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“…Jesus took with him Peter, James and John the brother of James, and led them up a high mountain by themselves. There he was transfigured before them. His face shone like the sun, and his clothes became as white as the light. Just then there appeared before them Moses and Elijah, talking with Jesus.
Peter said to Jesus, ‘Lord, it is good for us to be here. If you wish, I will put up three shelters–one for you, one for Moses and one for Elijah.’
While he was still speaking, a bright cloud enveloped them, and a voice from the cloud said, ‘This is my Son, whom I love; with him I am well pleased. Listen to him!’
When the disciples heard this, they fell facedown to the ground, terrified. But Jesus came and touched them. ‘Get up,’ he said, ‘Don’t be afraid.’ When they looked up, they saw no one except Jesus.” (Matthew 17:1-8)
It was still dark, way too early to be up on a Saturday morning, but nevertheless I was wide awake. I had taken the day off from Salamanca Market, where I sell my artwork, and had decided to pursue a photograph that I have always really wanted: sunrise over the Derwent Jerry (the morning mist that sometimes fills the Derwent River Valley in autumn and winter). I quickly loaded up the car and bolted up to the trailhead to Collins Cap, a mountain behind Hobart’s iconic Mt. Wellington. I raced the sunrise as I scurried up the track towards the summit.
About 15 minutes from the summit of Collins Cap the bush opened up to a magnificent view over the Derwent River Valley. With the sun just about to pierce the horizon, I realized that my chance to photograph sunrise over the Derwent Jerry was either now or never (at least for a very long time). Knowing I wouldn’t make it to my intended destination in time, I dropped my backpack and tore out my tripod. I quickly traversed a steep, icy rockslide (praying that I and my camera would not slip and break something in the low light) until I made it to a small, rocky outcropping.
I felt the grace of God upon me as I raced to set up the shot, literally not having a single second to spare. I really prayed and hoped that I had gotten all the camera settings right as I didn’t have time to do any of my normal test shots. I am so thankful to God that he enabled me to capture this beautiful sight. Looking back, I can see his sovereign hand on all of the different variables that needed to come together just right in order to take this successful shot. Thank you so much, God!!
After the sun had risen a little bit I decided to continue on to the summit and perhaps catch another nice shot. As I ascended the final metres of Collins Cap the icy air gave way to a strangely warm, humid cloud building at the summit. It was an amazingly breathtaking scene with the sunrise illuminating the top of the Derwent Jerry and the bottom portions of the cloud above me. It was like a sunrise between heaven and earth, and I was alone with God on the mountaintop to witness it with him.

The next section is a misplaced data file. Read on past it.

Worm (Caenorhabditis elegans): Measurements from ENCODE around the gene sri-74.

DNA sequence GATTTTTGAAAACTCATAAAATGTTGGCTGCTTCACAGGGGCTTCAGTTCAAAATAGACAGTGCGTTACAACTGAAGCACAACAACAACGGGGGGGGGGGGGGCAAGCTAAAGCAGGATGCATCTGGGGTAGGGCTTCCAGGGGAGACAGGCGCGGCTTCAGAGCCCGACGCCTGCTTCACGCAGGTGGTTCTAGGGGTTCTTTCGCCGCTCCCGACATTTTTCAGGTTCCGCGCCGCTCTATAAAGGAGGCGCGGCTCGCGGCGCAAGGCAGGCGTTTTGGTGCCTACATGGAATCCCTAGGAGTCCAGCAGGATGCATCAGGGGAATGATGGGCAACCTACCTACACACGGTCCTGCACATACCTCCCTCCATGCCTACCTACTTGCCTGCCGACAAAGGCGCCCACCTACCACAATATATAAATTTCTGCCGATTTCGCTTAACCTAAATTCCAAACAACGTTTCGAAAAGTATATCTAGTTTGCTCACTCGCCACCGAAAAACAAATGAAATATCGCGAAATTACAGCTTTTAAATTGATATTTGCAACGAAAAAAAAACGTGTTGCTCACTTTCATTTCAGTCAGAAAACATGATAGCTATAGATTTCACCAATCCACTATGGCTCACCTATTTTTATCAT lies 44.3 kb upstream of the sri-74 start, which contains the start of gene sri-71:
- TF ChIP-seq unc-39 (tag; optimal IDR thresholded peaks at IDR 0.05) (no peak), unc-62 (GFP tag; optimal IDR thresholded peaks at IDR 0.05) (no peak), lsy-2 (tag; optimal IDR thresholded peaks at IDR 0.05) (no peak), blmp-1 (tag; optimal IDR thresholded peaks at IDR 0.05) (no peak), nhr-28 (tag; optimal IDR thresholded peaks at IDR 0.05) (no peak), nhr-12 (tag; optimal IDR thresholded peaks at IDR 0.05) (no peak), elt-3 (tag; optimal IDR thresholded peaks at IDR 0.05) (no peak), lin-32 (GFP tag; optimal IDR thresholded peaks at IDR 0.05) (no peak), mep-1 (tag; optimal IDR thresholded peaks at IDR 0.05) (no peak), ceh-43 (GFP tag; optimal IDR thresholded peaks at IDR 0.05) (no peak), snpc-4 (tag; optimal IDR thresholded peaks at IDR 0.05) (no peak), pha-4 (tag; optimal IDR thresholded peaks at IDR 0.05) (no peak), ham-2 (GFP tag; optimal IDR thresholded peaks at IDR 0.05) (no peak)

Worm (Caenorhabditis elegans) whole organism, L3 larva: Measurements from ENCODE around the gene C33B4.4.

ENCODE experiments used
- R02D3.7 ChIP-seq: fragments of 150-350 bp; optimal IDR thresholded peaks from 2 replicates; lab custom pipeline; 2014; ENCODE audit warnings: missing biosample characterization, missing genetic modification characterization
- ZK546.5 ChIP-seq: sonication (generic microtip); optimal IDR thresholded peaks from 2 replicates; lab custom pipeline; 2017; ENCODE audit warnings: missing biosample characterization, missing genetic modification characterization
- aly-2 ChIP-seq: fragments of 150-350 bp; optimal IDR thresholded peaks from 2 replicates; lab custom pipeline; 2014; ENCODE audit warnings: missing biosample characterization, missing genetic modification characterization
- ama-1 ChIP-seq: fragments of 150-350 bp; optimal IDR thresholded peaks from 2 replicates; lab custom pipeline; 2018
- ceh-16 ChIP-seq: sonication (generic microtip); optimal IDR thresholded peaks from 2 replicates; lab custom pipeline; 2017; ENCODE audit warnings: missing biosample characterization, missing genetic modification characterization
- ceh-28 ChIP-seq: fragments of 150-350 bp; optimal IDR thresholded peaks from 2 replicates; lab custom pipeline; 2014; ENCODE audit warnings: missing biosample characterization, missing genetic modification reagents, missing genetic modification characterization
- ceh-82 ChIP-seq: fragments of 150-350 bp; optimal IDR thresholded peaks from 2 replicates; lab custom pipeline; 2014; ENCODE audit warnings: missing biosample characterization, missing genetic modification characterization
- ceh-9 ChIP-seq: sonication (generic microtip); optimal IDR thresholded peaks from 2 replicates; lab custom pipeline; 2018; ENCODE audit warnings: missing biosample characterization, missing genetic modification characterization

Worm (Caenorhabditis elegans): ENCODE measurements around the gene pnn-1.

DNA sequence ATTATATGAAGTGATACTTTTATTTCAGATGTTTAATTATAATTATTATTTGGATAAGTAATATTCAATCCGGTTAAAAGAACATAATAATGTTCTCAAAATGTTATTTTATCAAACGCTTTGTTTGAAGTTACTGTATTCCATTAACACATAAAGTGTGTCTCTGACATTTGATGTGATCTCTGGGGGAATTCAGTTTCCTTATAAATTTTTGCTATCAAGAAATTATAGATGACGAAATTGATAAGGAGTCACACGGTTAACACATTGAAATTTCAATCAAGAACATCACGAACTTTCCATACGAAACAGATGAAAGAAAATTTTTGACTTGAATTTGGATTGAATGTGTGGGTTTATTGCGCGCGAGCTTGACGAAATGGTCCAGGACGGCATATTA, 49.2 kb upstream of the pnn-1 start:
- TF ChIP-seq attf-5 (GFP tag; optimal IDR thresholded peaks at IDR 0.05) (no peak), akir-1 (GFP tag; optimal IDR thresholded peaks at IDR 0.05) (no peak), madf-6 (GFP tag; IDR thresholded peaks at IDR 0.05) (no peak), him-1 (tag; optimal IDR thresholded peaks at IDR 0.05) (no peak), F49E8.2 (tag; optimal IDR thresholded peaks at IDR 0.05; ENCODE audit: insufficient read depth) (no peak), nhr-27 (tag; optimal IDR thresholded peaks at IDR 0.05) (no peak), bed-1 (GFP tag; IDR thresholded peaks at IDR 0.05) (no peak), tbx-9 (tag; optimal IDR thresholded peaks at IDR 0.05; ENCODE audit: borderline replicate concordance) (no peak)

In the time it took to set up my camera for another shot, the building cloud had now obscured my view below and fully enveloped me in a beautiful, warm, golden glow. A strong wind was blowing from the direction of the sun, and it gave the illusion that I was on the mountaintop rapidly flying through the sky into the light. Soon, from inside the cloud, a round rainbow formed around the sun. This is an optical event called a “Broken Spectre”.
I instantly could not help but think of the Shekinah glory of God, the presence of God with his people as a pillar of cloud and fire (Exodus 13:21-22), especially knowing that, “…and there before me was a throne in heaven with someone sitting on it. And the one who sat there had the appearance of jasper and carnelian. A rainbow, resembling an emerald, encircled the throne…” (Revelation 4:2-3).
It also reminded me of another passage of Scripture:
“Moses and Aaron, Nadab and Abihu, and the seventy elders of Israel went up and saw the God of Israel. Under his feet was something like a pavement made of sapphire, clear as the sky itself. But God did not raise his hand against these leaders of the Israelites; they saw God, and they ate and drank. The LORD said to Moses, ‘Come up to me on the mountain and stay here…’When Moses went up on the mountain, the cloud covered it, and the glory of the LORD settled on Mount Sinai. For six days the cloud covered the mountain, and on the seventh day the LORD called to Moses from within the cloud. To the Israelites the glory of the LORD looked like a consuming fire on top of the mountain. Then Moses entered the cloud as he went on up the mountain. And he stayed on the mountain forty days and forty nights.” (Exodus 24:9-12-15-17)
Now that my clear view of earth was totally obscured, I also waited on the mountaintop and prayed. The importance of capturing another beautiful photograph faded away as I drew near to the presence of God in prayer. After waiting for an hour for the cloud to clear, I realized my photo opportunity was gone; however, I was totally spiritually refreshed and reinvigorated after that time of prayer, which was far more valuable to me than a photo.
That morning was one of the most amazing and special experiences I have ever had in God’s Creation. The way the natural paralleled the spiritual and helped propel me, through the Scriptures, into God’s presence was very special to me. I will never, ever forget it.
A couple of years after taking this photo, I managed to capture a shot of the rare and elusive “Broken Spectre” that I first witnessed on the top of Collins Cap that day. The shadow within in it is a silhouette of me and my tripod.